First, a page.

Back during the Great Blog Proliferation of Aught-Four, it was widely predicted that this new medium held great promise. The days of the legacy media were numbered, some said, because with all these new eyes on the ground coupled with a medium that had the capability of reaching a huge, world-wide audience, news could be instantaneously transmitted to the masses. Any news. News that wouldn't get reported in the broadsheets or network news programs because of space or time constraints. If something of note were to occur, anyone with an internet connection would be able to find it somewhere on the web, often shortly after it happened. No more stodgy editors sitting in their ivory towers deciding for us what was or was not important enough to report! Behold the dawn of the democratization of information! Let a thousand flowers bloom!
Well, it didn't work out that way. Instead - at least in the public affairs genre - we've basically gotten a bunch of activist blogs shilling for a party or candidate and slagging on the rival; yawn inducing yellow journalism. Seriously: nobody gives a shit about how much cash on hand Steve Sarvi's campaign has in the second quarter. Nobody, with the possible exception of all the other drone blogs "reporting" the same thing.
And don't get me started on the level of the "commentary" these people churn out. It's somewhat akin, if still inferior, to Moonchild's famous commentary on one of his own recent accomplishments: "It's a huge MONGO poop."
We here at KAR have always strived for impertinence; to take the road less traveled. We do not claim to be "citizen journalists" or "online commentators" like some other deeply deluded and self important bloggers. Public opinion polls are a dime a dozen and, frankly extremely boring, except to those who are too banal to understand sports. But if some guy dies because he had his common law wife shove too much sherry wine up his butt, you can expect wall to wall coverage on the matter with some of the most incisive commentary on the internet.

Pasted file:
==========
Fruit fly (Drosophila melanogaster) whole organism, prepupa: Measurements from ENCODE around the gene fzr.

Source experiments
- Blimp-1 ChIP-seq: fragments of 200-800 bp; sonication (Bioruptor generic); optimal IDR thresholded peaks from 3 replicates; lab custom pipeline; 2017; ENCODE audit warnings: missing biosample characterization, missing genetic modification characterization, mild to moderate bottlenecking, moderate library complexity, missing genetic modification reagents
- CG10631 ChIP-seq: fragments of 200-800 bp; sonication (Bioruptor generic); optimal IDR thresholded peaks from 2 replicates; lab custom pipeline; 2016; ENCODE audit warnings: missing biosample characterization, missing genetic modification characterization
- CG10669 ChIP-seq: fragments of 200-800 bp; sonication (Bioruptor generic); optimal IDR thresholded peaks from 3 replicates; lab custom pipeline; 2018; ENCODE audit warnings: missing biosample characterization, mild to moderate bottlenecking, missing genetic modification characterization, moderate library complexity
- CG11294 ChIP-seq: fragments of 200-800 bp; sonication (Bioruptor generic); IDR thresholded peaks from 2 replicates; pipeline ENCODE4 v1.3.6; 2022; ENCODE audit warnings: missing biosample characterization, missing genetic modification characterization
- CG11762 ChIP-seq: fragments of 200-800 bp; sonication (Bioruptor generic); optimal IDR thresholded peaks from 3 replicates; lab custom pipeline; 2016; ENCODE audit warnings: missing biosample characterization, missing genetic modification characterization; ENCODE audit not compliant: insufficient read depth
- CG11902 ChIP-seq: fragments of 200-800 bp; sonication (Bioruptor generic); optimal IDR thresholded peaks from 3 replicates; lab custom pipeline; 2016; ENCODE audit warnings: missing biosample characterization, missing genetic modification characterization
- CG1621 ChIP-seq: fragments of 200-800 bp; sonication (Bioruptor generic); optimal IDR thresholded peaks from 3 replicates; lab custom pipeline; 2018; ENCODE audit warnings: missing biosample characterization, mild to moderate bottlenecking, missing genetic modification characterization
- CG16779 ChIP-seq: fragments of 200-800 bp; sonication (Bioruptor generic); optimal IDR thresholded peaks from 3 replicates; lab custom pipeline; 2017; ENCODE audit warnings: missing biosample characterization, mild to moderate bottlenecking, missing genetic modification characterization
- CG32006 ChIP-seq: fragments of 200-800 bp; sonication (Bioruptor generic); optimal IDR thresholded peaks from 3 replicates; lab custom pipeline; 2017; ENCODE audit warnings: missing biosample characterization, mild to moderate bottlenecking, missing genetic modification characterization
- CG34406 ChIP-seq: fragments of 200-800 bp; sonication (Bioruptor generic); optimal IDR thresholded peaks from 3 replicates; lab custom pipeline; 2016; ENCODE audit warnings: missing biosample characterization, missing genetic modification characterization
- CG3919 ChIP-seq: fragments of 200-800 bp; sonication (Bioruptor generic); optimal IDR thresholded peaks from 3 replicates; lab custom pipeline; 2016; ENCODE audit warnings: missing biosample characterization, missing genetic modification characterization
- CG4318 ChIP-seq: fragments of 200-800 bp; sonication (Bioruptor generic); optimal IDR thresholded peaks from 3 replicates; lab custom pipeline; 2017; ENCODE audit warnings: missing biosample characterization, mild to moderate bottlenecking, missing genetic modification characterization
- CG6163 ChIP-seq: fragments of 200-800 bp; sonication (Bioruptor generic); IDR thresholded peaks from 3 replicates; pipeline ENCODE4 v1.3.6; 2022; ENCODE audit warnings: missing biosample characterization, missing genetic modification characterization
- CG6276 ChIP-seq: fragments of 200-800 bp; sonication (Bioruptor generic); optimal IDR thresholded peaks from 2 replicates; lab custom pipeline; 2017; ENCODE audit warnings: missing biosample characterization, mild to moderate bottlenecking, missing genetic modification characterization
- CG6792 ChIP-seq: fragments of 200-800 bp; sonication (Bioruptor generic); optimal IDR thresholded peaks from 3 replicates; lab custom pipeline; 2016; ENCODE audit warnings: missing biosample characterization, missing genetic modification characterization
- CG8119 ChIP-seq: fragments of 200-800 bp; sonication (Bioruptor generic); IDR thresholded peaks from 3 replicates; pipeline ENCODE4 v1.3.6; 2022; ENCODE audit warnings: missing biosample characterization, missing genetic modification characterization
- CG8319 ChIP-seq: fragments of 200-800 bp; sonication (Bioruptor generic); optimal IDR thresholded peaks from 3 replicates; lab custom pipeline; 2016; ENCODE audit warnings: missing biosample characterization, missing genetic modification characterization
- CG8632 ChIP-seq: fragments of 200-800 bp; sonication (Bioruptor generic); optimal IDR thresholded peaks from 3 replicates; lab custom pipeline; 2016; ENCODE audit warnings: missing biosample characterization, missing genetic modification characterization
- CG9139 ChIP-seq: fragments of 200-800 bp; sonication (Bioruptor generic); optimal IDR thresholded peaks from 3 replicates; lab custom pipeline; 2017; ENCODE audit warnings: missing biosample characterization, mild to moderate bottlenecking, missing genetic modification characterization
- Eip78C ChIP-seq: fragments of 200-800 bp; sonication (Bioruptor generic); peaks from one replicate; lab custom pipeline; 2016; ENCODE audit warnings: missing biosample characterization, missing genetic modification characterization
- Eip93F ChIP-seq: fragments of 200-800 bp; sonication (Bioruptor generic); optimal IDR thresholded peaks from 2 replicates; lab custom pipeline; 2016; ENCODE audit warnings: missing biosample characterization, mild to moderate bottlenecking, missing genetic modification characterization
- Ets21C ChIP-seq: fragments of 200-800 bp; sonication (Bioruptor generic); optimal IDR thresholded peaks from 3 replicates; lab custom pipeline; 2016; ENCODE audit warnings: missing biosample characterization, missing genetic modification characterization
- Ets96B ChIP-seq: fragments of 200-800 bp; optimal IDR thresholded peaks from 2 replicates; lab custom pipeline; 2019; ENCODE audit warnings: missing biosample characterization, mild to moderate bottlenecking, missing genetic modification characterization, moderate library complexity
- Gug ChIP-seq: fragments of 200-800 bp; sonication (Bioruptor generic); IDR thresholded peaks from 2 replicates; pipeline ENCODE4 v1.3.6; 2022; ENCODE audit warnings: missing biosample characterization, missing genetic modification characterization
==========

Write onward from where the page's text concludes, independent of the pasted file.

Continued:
In short, we - I - like to write about stuff that interests us, or things that lend themselves to a good joke.
Or a bad joke. We're not much about quality control either.
But you, as discerning ThunderJournal consumers already knew that.
I mention all this, because I noticed this story in the Strib this morning. It appears several days after I published this post - a Photo ThunderJournal of dried-up Lake Delton.
Now, of course, each piece - mine and the Strib's - has their own merits. While both articles related to the same subject matter, and both contained nouns, verbs and the occasional adverb there were some striking differences. For instance, my post featured five stunning photos of the flood's aftermath, while the Strib's story (in the dead-tree version) only printed two. And one of those pictures was just of some guy. However, the Strib's story - again, appearing 4 days after my own - contained interviews with actual people; something that I neglected to do, as I really didn't feel like doing that. And while both stories mentioned all the tree stumps, my story was the only one that exposed the buoy purporting to mark a submerged rock as a sham. I think this is conclusive evidence of shoddy reporting on the Strib's part.
And it all happened because I thought a dried up lake looked cool. So I took a bunch of pictures.
See? We can scoop the Strib when we're not even trying. Imagine what we could do if we did try.
(Hell, imagine what we could do if for some reason the only stories deemed worth reporting all had to do with anuses. Then we'd totally clean up.)